However since putting the wing jib on, the spinnaker has become kind of useless, so I haven't used it in quite a while now. With wing sails you can sail faster than the wind so when going down wind, your sails are pulled in tight just like they would be if you were sailing into the wind, I have to admit going downwind with wing sails it is the oddest sensation I have encountered, it took some getting used to. I will probably replace my G2 spinnaker with a furlable code zero (like a screacher on a WETA), as soon as I get around to making it. If you look and any of the Americas cup races with the AC-45's , they have the code zeros, and they are able to use them with their wing jib (my wing jib is very similar to what they use on the AC45's and the AC72 boats (similar design), but just 1/100 the size, and didn't cost $500,000 dollars each ( LOL mine only cost $150 bucks).
Hope this helps
Bob


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PostPosted: Tue Sep 10, 2013 4:11 pm 
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Location: Sarasota,Key West FL
coachstevo :
Your Suzuki is the same weight (29 lbs) as my Honda. Actually I found it useful to have extra weight in the rear of my boat, it helps keep the bow up, and allows the boat to 'kind of sort of' plane when going faster. Getting the bow tip 3 or 4 inches out of the water seems to help.
I would be interested to hear about it if you try to powersailing (without another AI in tow of course), speeds with sail up, sail down, different points of sail, does pedaling help or do nothing, etc. Also if possible try powersailing on lower throttle settings like I do, basically I start the motor and throttle up to around 3 1/2 mph lock the throttle (about 1/4 throttle on my Honda), then introduce the pedals, then sails, anything you can share on performance would help a lot. At least on my boat by doing that I can get 3-4 hrs on a tank of gas (between 85 and 100 mpg, basically a dollar to sail all day)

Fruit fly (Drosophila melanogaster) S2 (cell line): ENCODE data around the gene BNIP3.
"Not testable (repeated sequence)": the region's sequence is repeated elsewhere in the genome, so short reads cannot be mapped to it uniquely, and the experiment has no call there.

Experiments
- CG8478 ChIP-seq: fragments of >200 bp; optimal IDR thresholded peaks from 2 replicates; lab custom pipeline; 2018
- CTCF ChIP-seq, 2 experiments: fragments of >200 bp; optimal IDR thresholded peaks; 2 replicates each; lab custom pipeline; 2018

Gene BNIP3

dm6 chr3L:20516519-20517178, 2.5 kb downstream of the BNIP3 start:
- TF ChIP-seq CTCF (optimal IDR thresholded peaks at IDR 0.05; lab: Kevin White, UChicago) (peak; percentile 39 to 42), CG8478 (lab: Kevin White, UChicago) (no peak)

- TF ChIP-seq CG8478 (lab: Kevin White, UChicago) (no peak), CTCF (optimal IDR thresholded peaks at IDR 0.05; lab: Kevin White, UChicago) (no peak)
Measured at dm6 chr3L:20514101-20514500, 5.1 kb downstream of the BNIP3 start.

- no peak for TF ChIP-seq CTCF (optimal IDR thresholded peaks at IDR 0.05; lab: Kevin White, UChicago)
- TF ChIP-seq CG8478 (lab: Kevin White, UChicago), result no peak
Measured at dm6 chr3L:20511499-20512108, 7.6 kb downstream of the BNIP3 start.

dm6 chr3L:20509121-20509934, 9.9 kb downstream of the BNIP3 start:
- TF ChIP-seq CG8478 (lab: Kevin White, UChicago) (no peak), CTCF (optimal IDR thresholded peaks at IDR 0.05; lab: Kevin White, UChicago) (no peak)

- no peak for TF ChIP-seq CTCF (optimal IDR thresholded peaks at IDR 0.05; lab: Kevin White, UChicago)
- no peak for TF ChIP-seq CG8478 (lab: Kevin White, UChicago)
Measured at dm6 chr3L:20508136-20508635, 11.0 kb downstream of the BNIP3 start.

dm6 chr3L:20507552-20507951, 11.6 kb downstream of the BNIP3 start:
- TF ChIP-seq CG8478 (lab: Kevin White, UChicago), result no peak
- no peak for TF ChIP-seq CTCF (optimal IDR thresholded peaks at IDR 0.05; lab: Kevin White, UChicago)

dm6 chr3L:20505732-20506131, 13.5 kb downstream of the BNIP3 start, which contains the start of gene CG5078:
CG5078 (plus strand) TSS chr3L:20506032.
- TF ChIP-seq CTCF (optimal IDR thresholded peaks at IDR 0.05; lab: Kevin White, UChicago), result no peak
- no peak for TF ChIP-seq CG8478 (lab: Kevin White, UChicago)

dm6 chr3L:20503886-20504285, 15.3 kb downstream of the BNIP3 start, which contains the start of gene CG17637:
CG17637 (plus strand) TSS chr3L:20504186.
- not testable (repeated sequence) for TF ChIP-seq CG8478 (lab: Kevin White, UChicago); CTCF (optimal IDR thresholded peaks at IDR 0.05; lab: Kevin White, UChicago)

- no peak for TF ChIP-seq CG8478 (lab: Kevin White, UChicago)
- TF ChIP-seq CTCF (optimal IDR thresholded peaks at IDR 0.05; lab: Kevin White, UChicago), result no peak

I read thru the specs on the Suzuki and it looks to be a nice alternative to the Honda.
Even with the Honda I have to rinse it off after every use, so flushing won't take any extra time, I learned that one (to rinse the engine) by hard knocks.
Bob


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PostPosted: Wed Sep 11, 2013 5:35 am 
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Location: Fairfax, CA USA
I'll try the 3.5 mph mode and see what we get, I've pedaled at 6 and get no extra speed boost, sail up definitely helps' even in light/no wind. Most of the time I am so pressed for time, the plan is get out to the fishing grounds as fast as possible, so I can fish and rush back. I have a free day coming up so that give me time to just play.